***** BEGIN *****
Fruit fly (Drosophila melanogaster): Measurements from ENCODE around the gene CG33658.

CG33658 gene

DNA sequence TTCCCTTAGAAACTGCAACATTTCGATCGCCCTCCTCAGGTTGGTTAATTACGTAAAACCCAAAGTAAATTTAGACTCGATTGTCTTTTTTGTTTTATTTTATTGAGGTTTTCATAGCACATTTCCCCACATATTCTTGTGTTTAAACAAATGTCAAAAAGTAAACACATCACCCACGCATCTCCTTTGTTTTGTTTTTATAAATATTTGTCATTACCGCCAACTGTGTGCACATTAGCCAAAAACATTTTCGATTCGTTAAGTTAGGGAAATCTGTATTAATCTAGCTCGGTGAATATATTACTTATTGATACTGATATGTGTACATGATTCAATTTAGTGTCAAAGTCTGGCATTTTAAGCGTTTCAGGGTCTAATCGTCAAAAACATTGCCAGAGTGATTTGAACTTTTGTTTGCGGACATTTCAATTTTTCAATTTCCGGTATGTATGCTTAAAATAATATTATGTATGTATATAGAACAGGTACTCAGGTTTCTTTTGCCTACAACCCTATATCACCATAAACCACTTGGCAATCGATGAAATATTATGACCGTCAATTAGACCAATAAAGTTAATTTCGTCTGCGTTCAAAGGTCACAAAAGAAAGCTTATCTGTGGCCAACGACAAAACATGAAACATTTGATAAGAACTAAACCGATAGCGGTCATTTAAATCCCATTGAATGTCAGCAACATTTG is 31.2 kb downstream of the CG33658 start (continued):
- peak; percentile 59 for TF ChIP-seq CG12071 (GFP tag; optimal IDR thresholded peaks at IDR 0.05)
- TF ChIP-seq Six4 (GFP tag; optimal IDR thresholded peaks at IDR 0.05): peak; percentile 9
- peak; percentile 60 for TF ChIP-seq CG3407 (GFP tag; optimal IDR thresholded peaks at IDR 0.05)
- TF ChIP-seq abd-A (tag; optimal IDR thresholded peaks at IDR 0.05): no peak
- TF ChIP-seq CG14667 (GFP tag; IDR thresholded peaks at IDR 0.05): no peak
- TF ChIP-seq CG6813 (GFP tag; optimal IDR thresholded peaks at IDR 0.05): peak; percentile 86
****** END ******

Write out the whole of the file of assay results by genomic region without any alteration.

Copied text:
Fruit fly (Drosophila melanogaster): Measurements from ENCODE around the gene CG33658.

CG33658 gene

DNA sequence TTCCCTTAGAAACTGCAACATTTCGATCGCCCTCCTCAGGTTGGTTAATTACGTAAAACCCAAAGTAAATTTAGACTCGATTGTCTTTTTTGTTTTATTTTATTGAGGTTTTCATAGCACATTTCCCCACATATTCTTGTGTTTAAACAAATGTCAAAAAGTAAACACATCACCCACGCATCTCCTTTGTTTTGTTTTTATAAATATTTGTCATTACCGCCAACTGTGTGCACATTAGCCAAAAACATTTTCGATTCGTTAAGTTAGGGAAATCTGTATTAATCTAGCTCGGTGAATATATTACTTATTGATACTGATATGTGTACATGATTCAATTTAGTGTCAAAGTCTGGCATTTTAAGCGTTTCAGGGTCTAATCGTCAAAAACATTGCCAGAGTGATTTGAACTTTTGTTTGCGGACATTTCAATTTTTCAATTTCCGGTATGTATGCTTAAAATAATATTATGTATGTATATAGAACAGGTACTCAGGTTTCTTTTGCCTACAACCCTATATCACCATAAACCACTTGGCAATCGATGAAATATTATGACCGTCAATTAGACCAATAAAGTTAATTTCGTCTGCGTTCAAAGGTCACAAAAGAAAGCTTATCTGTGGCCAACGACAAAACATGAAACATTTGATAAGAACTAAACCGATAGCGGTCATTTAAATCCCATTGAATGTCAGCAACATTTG is 31.2 kb downstream of the CG33658 start (continued):
- peak; percentile 59 for TF ChIP-seq CG12071 (GFP tag; optimal IDR thresholded peaks at IDR 0.05)
- TF ChIP-seq Six4 (GFP tag; optimal IDR thresholded peaks at IDR 0.05): peak; percentile 9
- peak; percentile 60 for TF ChIP-seq CG3407 (GFP tag; optimal IDR thresholded peaks at IDR 0.05)
- TF ChIP-seq abd-A (tag; optimal IDR thresholded peaks at IDR 0.05): no peak
- TF ChIP-seq CG14667 (GFP tag; IDR thresholded peaks at IDR 0.05): no peak
- TF ChIP-seq CG6813 (GFP tag; optimal IDR thresholded peaks at IDR 0.05): peak; percentile 86